(Beside the straight Aokya Wang, we have Mangmao’s older brother, Muang, the greatest player in the Nueng Dao Fah Diew Universe.)

Juxtaposed with the cute and innocent love triangle among Khanthin, Aokya Wang and Mangmao is another love triangle. The earlier love triangle’s dynamic was brought about by Khanthin’s supposed lack of testosterone. In this love triangle, it’s the opposite. Muang is married to Inn, but they couldn’t consummate their marriage because of the ghost of Inn’s elder sister (who was supposed to marry Muang in the first place, had she not died), who haunts them every time they get down and cozy. What’s a man with raging testosterone left to do? Go to the brothel of course – and that is where he meets Soon, the harlot with a heart of gold. Muang grows fond of Soon and goes to her not just to quell his physical desires, but likewise to treat her like his wife, instead of patching things up with Inn.

Yet there is more to the characters of both Soon and Inn that gets revealed in the lakorn as it progresses. In the final analysis, Muang is actually a “straight” character too, like Aokya Wang, except that while Aokya Wang has “straight principles” but confused with love, Muang loves straightly, though his polygamy makes his principles skewed. Muang’s greatest virtue and greatest flaw are dabbling into two loves at once, without actually realizing how he had caused pain to both women. To be fair to Muang, he stays honest to both, and shows his sincerity to both – that Inn and Soon end up loving him in their own self-sacrificial (and sometimes stupid) way.

So now we go to our main guy, the one with straight principles and pure heart, Khanthong.

(Love? He doesn’t have a clue, at least not yet, as we’re just in Episode 1)

The author of Nueng Dao Fah Diew is said to have loved James’s portrayal of Khun Chai Puttipat (of the Suparburoot Jutathep Series) and became his fan from then on. Watching Khanthin and Mangmao’s first few interactions in episode 1, you can easily see James bringing back the condescending Puttipat glares.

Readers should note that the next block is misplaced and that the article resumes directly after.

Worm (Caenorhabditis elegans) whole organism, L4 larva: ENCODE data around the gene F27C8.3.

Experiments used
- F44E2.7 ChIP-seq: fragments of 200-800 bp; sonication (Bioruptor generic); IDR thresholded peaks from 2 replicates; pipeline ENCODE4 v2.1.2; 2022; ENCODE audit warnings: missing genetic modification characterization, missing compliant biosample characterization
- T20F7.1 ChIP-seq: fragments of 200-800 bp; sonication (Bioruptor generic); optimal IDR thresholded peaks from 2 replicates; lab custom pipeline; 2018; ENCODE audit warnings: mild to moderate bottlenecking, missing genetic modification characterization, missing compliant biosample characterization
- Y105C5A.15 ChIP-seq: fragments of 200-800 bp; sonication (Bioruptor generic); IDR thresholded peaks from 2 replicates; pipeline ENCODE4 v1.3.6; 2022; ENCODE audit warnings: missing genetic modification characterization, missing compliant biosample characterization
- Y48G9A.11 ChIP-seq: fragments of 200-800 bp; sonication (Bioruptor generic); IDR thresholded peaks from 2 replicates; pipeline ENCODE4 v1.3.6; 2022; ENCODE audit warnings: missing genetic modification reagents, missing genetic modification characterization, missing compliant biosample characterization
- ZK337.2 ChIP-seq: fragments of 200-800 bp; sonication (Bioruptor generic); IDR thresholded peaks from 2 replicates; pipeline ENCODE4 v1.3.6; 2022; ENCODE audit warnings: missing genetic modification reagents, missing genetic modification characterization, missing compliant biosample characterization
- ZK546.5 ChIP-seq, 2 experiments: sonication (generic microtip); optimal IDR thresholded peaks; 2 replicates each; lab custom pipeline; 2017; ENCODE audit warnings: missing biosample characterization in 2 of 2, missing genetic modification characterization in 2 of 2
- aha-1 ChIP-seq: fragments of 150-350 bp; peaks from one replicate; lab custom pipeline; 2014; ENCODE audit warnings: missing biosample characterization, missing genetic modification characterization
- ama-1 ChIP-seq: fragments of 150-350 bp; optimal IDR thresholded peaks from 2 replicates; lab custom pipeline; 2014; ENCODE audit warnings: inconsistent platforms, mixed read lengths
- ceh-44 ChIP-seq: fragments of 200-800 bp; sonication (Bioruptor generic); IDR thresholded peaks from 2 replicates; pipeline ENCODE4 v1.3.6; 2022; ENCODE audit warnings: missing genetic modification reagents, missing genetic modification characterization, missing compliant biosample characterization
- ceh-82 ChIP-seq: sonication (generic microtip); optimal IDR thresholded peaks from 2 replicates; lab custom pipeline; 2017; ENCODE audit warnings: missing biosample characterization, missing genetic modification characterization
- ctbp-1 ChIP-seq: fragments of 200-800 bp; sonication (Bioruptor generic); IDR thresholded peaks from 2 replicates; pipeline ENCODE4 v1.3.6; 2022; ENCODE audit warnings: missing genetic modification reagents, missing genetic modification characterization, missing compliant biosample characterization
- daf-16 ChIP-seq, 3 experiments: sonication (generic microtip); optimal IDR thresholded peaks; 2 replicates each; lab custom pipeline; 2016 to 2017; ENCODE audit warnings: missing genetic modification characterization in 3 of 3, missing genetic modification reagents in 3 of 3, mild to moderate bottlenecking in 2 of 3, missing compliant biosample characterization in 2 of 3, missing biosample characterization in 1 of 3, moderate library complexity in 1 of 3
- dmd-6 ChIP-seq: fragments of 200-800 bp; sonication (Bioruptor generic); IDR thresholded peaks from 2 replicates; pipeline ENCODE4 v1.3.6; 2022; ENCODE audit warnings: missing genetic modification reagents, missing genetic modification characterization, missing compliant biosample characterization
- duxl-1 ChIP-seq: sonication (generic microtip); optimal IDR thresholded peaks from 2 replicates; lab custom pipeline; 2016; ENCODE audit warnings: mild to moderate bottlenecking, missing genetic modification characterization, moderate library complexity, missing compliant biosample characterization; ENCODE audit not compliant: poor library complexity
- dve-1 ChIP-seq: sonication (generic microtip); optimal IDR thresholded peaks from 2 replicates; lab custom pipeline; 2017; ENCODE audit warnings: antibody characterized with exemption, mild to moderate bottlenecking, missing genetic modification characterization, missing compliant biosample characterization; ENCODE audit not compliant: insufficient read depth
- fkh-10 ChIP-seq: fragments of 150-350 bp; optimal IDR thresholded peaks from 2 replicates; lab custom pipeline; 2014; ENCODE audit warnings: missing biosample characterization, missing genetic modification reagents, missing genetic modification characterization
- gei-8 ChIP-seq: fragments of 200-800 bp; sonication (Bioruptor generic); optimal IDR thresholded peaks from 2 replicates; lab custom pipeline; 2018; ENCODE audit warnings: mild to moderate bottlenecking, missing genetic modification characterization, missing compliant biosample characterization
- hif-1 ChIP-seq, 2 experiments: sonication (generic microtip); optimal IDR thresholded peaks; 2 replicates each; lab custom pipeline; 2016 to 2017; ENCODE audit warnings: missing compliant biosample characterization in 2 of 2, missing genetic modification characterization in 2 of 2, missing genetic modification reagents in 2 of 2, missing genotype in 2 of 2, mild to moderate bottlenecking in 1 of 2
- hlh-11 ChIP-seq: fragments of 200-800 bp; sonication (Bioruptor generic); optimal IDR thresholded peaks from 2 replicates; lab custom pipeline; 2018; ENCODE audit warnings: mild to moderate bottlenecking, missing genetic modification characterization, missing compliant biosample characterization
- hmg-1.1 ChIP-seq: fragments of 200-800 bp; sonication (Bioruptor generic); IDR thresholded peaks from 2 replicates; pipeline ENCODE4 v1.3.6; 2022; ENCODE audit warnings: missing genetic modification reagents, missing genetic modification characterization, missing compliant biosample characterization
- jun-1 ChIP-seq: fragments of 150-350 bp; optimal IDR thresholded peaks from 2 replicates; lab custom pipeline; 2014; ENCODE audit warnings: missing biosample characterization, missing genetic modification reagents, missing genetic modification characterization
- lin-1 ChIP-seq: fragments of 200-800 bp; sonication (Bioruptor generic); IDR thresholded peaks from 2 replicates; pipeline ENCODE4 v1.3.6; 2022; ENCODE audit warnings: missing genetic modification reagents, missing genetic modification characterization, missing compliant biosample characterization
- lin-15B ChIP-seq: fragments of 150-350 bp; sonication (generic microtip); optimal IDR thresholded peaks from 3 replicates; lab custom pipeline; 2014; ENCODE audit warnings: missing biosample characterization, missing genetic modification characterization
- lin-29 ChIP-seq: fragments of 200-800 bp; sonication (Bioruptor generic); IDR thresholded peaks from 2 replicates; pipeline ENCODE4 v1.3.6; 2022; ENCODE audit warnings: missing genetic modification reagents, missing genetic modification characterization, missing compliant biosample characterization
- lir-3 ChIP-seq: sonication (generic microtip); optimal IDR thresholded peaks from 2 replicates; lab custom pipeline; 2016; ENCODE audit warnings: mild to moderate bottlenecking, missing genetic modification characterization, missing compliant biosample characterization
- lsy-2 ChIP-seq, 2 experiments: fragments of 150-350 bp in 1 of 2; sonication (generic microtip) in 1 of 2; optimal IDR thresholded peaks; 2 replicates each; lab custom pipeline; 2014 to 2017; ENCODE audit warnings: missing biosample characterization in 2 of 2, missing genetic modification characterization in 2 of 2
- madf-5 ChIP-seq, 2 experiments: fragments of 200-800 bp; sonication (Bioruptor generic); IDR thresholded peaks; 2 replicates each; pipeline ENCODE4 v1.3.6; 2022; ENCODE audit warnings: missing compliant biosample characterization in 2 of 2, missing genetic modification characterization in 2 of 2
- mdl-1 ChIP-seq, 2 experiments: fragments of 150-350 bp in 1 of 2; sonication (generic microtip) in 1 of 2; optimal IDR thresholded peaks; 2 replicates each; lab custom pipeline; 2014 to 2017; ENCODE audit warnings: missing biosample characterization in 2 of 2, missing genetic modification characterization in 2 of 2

(See that? If that glare won’t turn you into a proper lady, I don’t know what will.)

Khanthong was a monk while Chai Pat is a nerd – both of them are knowledgeable about proper decorum but ignorant with the ways of the world. They know right from wrong as if their whole world is painted black and white. But what are they to do when a splash of color comes exploding their way?

(Mangmao must have been shooting rainbow colored lasers from her eyes with that smirk.)

Mangmao knows what’s right and wrong too, and decides to put Khanthin in his proper place from their very first meeting. She hates how Khanthin was hogging the store (as he bought supplies for the ladies of the palace), and she was not afraid of backing down, not one bit. She’s always ready for a fight, though as a woman in those times, it was improper for her to do so. Yet instead of having a big fight when they first meet (as what probably would have happened if this were a modern lakorn – Game Sanaeha, anyone?) these two actually subdued each other – Mangmao by reminding Khanthin not to go power tripping, and Khanthin by talking to Mangmao calmly and properly, like an adult. While the explosive fight didn’t happen in the first round, they both had to go for round 2 immediately after.

Khanthin wanted to be noble about it and offered Mangmao some token gifts in order to put the past behind them and make him earn her respect and admiration. Instead, Mangmao takes this as a chance to get even by nonchalantly picking an item, letting him know that she isn’t like the frivolous ladies of the Palace and he can’t win her over with gifts.

(They were rivals throughout the episode. I was actually waiting for James Ji to say “jong hong” though I don’t know if there’s a Boran word equivalent for it.)

The logical Khanthin continuously notes her lack of manners while the upright Mangmao picks on his lack of sense. Of course, the audience know that they are not lacking in both, but it’s still fun to see them butt-heads about it. They are equally matched, and likewise perfectly matched as we can see from the first meeting. They can enrage each other, subdue each other, and even win against each other.

(Both of them can’t stand to lose, and it’s always interesting to find out who gets the final word. Did you keep a scorecard for episode 1?)

Perhaps the final metaphor in episode 1 is that the Mysterious Khanthin is a Kollabot, and the Curious Mangmao is up and ready to solve him. In their few scenes together in Episode 1, she already drew some emotions from him and made him act as Khanthong, not just his alter ego, Khanthin. Later on, we will see her unravel him completely.

Well, if you’re reading this, then congratulations! You made it through the end of the Episode 1 coffee talk! There are still some matters to discuss in Episode 1, but I guess we will have to discuss that with more events that unfold in Episode 2. Finally, we’ll get to see the actual Kollabot in episode 2. Are you guys ready to read about it? Well then, please stay tuned for the next coffee talk. Thanks for reading!